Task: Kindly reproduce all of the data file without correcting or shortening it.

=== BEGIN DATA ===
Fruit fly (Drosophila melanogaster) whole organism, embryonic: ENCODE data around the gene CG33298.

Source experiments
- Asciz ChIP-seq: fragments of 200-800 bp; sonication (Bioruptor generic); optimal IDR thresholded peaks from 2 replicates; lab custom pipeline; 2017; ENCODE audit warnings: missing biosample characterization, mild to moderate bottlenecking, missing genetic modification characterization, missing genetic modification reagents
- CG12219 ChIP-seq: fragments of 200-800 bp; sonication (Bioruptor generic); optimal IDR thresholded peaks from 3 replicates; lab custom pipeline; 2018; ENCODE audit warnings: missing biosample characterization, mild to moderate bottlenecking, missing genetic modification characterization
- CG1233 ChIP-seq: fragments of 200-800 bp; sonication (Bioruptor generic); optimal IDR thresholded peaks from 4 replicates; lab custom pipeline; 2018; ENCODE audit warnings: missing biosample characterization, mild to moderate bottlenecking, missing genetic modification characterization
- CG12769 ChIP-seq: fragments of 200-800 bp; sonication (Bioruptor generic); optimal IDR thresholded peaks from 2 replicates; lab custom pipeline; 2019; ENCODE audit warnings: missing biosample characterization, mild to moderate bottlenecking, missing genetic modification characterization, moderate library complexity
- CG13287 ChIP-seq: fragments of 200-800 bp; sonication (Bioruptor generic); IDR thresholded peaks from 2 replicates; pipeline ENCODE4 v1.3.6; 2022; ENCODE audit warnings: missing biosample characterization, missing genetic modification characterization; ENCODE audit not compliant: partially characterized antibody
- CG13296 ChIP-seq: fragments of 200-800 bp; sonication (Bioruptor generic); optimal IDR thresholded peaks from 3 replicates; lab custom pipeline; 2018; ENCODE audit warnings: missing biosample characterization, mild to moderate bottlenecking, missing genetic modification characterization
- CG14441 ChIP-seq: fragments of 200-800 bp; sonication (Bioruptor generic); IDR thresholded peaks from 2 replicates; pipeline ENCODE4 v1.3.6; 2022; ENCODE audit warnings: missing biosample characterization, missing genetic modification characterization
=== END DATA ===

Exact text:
Fruit fly (Drosophila melanogaster) whole organism, embryonic: ENCODE data around the gene CG33298.

Source experiments
- Asciz ChIP-seq: fragments of 200-800 bp; sonication (Bioruptor generic); optimal IDR thresholded peaks from 2 replicates; lab custom pipeline; 2017; ENCODE audit warnings: missing biosample characterization, mild to moderate bottlenecking, missing genetic modification characterization, missing genetic modification reagents
- CG12219 ChIP-seq: fragments of 200-800 bp; sonication (Bioruptor generic); optimal IDR thresholded peaks from 3 replicates; lab custom pipeline; 2018; ENCODE audit warnings: missing biosample characterization, mild to moderate bottlenecking, missing genetic modification characterization
- CG1233 ChIP-seq: fragments of 200-800 bp; sonication (Bioruptor generic); optimal IDR thresholded peaks from 4 replicates; lab custom pipeline; 2018; ENCODE audit warnings: missing biosample characterization, mild to moderate bottlenecking, missing genetic modification characterization
- CG12769 ChIP-seq: fragments of 200-800 bp; sonication (Bioruptor generic); optimal IDR thresholded peaks from 2 replicates; lab custom pipeline; 2019; ENCODE audit warnings: missing biosample characterization, mild to moderate bottlenecking, missing genetic modification characterization, moderate library complexity
- CG13287 ChIP-seq: fragments of 200-800 bp; sonication (Bioruptor generic); IDR thresholded peaks from 2 replicates; pipeline ENCODE4 v1.3.6; 2022; ENCODE audit warnings: missing biosample characterization, missing genetic modification characterization; ENCODE audit not compliant: partially characterized antibody
- CG13296 ChIP-seq: fragments of 200-800 bp; sonication (Bioruptor generic); optimal IDR thresholded peaks from 3 replicates; lab custom pipeline; 2018; ENCODE audit warnings: missing biosample characterization, mild to moderate bottlenecking, missing genetic modification characterization
- CG14441 ChIP-seq: fragments of 200-800 bp; sonication (Bioruptor generic); IDR thresholded peaks from 2 replicates; pipeline ENCODE4 v1.3.6; 2022; ENCODE audit warnings: missing biosample characterization, missing genetic modification characterization